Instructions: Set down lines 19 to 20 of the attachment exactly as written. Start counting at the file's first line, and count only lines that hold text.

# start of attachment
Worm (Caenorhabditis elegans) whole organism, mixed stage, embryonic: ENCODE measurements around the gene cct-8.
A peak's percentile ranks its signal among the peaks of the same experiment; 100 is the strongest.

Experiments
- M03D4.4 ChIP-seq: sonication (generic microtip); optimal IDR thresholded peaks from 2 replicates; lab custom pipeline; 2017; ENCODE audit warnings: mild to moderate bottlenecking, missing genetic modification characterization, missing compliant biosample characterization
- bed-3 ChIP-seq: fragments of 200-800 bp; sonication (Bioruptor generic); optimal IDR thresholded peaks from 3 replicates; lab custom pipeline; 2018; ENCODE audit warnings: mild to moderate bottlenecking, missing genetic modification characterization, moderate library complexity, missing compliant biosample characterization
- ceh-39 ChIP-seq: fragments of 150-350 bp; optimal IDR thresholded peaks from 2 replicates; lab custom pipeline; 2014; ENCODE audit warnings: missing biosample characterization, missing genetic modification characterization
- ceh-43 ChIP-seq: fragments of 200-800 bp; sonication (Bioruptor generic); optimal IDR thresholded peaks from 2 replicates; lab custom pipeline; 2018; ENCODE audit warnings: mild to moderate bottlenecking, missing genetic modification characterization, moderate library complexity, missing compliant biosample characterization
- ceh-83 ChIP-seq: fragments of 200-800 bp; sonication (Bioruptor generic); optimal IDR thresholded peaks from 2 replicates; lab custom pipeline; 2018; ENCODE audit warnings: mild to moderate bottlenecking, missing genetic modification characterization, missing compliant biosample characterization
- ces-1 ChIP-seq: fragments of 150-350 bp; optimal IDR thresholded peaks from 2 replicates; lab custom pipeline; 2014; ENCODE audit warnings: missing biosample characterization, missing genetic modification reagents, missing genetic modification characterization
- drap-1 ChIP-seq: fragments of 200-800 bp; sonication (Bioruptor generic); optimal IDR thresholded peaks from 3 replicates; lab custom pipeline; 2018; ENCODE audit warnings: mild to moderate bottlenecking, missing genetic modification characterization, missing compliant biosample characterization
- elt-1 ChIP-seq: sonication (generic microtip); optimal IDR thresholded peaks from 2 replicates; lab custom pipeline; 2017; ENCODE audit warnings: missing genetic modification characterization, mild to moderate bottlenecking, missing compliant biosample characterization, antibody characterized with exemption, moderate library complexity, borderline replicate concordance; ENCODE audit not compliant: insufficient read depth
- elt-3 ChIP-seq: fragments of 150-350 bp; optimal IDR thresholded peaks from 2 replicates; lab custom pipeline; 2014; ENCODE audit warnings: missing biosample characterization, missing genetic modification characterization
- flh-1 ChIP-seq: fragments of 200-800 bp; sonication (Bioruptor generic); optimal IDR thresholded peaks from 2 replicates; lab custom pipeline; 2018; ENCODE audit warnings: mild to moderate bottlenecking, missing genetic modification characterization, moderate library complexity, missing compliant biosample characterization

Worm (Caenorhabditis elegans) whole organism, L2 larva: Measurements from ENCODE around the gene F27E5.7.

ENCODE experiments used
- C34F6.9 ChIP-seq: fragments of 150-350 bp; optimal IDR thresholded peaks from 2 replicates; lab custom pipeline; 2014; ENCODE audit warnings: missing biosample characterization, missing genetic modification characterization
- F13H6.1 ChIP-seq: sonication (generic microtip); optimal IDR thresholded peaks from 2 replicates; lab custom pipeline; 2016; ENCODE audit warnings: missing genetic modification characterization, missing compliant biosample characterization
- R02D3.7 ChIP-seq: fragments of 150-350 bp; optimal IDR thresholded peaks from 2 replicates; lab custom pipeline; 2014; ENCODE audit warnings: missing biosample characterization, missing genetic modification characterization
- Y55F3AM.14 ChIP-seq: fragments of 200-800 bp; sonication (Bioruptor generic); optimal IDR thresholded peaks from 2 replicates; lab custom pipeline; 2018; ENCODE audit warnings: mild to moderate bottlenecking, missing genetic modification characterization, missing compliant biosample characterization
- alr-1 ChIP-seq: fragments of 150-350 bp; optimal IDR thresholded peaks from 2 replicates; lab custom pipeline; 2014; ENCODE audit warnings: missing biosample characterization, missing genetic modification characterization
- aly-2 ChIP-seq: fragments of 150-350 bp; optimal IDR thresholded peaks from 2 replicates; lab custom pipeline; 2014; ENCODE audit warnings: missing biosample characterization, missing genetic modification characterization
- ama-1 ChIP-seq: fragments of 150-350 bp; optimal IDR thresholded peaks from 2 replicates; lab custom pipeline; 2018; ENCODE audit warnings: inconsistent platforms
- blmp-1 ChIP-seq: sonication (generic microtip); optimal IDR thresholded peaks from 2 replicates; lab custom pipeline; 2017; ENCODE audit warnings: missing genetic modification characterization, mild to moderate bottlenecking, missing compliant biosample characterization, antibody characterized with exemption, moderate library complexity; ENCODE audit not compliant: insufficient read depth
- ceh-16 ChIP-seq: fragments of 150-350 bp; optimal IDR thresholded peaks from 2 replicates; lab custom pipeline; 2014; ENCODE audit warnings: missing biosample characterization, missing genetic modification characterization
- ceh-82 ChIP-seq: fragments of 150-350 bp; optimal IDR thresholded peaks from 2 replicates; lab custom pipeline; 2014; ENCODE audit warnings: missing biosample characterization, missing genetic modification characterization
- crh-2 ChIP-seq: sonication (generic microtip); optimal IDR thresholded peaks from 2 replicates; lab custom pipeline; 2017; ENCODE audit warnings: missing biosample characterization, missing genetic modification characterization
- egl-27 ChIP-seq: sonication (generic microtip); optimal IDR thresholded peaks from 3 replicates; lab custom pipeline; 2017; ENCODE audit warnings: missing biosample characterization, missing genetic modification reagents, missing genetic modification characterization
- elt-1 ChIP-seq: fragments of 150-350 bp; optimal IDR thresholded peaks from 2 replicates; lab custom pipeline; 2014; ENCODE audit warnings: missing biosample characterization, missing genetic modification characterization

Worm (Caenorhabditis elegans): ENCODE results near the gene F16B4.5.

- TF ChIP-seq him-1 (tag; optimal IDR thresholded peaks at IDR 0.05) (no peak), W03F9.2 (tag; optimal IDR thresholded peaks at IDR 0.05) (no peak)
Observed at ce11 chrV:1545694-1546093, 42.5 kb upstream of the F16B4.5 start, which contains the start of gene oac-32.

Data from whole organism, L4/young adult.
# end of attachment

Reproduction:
- Y55F3AM.14 ChIP-seq: fragments of 200-800 bp; sonication (Bioruptor generic); optimal IDR thresholded peaks from 2 replicates; lab custom pipeline; 2018; ENCODE audit warnings: mild to moderate bottlenecking, missing genetic modification characterization, missing compliant biosample characterization
- alr-1 ChIP-seq: fragments of 150-350 bp; optimal IDR thresholded peaks from 2 replicates; lab custom pipeline; 2014; ENCODE audit warnings: missing biosample characterization, missing genetic modification characterization